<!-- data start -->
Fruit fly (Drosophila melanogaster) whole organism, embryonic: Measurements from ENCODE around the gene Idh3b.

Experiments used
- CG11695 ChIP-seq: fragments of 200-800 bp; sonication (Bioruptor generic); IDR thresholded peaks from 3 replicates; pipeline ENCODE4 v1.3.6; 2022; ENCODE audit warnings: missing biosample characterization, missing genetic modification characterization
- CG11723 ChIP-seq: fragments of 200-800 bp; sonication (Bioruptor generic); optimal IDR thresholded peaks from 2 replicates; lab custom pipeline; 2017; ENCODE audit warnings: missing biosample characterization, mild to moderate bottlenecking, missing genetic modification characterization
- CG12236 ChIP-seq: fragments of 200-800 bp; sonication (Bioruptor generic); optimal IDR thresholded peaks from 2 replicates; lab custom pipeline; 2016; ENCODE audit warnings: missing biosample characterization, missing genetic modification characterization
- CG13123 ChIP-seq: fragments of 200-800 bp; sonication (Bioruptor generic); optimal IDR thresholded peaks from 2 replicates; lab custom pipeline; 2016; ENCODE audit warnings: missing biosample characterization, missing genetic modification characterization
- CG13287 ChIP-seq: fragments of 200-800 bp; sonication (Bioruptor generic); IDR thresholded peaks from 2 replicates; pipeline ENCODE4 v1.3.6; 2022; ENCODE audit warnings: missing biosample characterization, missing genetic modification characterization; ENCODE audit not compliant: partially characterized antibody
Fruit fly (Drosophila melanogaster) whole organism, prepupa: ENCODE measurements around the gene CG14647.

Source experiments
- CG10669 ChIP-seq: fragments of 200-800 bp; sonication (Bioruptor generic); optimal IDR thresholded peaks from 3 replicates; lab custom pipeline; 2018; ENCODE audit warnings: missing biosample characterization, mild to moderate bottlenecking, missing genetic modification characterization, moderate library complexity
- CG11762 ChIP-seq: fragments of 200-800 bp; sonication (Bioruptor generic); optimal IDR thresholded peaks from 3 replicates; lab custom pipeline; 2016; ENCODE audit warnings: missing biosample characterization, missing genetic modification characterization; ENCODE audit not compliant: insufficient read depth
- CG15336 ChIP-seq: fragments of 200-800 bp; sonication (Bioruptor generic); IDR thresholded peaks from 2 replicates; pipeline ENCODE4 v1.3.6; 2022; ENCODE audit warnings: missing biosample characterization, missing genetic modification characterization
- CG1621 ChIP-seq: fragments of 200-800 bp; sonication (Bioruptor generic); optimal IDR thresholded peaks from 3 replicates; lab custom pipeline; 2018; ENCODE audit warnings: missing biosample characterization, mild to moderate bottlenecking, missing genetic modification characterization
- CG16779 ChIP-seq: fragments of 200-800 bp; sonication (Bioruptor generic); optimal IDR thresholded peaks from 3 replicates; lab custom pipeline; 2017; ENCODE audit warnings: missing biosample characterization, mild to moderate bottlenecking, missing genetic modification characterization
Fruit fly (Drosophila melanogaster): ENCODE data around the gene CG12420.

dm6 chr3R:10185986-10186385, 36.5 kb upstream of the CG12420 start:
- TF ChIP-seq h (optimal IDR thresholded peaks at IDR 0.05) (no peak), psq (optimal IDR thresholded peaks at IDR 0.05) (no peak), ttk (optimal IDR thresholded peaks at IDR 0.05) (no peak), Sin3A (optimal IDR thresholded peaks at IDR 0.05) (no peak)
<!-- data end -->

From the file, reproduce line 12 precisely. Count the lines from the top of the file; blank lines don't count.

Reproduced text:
- CG15336 ChIP-seq: fragments of 200-800 bp; sonication (Bioruptor generic); IDR thresholded peaks from 2 replicates; pipeline ENCODE4 v1.3.6; 2022; ENCODE audit warnings: missing biosample characterization, missing genetic modification characterization